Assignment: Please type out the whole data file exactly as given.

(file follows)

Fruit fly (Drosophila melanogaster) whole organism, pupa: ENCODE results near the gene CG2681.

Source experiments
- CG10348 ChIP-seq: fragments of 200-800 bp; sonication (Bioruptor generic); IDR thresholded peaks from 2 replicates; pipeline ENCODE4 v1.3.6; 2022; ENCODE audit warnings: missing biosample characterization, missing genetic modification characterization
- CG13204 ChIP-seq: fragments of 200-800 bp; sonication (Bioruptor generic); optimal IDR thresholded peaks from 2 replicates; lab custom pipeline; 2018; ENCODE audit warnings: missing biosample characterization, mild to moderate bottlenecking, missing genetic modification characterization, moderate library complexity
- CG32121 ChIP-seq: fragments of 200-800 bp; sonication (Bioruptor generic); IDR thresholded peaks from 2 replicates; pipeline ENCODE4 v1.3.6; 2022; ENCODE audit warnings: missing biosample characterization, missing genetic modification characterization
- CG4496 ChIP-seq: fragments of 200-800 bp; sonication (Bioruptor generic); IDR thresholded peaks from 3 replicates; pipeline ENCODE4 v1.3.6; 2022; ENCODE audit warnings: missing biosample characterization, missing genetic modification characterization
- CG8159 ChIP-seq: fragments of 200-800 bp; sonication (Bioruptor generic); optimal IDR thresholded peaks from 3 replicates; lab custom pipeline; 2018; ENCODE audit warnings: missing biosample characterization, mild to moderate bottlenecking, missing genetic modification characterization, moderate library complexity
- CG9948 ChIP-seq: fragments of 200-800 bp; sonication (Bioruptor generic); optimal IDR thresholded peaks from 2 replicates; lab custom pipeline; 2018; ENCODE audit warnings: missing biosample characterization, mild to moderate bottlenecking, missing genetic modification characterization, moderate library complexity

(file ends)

Fruit fly (Drosophila melanogaster) whole organism, pupa: ENCODE results near the gene CG2681.

Source experiments
- CG10348 ChIP-seq: fragments of 200-800 bp; sonication (Bioruptor generic); IDR thresholded peaks from 2 replicates; pipeline ENCODE4 v1.3.6; 2022; ENCODE audit warnings: missing biosample characterization, missing genetic modification characterization
- CG13204 ChIP-seq: fragments of 200-800 bp; sonication (Bioruptor generic); optimal IDR thresholded peaks from 2 replicates; lab custom pipeline; 2018; ENCODE audit warnings: missing biosample characterization, mild to moderate bottlenecking, missing genetic modification characterization, moderate library complexity
- CG32121 ChIP-seq: fragments of 200-800 bp; sonication (Bioruptor generic); IDR thresholded peaks from 2 replicates; pipeline ENCODE4 v1.3.6; 2022; ENCODE audit warnings: missing biosample characterization, missing genetic modification characterization
- CG4496 ChIP-seq: fragments of 200-800 bp; sonication (Bioruptor generic); IDR thresholded peaks from 3 replicates; pipeline ENCODE4 v1.3.6; 2022; ENCODE audit warnings: missing biosample characterization, missing genetic modification characterization
- CG8159 ChIP-seq: fragments of 200-800 bp; sonication (Bioruptor generic); optimal IDR thresholded peaks from 3 replicates; lab custom pipeline; 2018; ENCODE audit warnings: missing biosample characterization, mild to moderate bottlenecking, missing genetic modification characterization, moderate library complexity
- CG9948 ChIP-seq: fragments of 200-800 bp; sonication (Bioruptor generic); optimal IDR thresholded peaks from 2 replicates; lab custom pipeline; 2018; ENCODE audit warnings: missing biosample characterization, mild to moderate bottlenecking, missing genetic modification characterization, moderate library complexity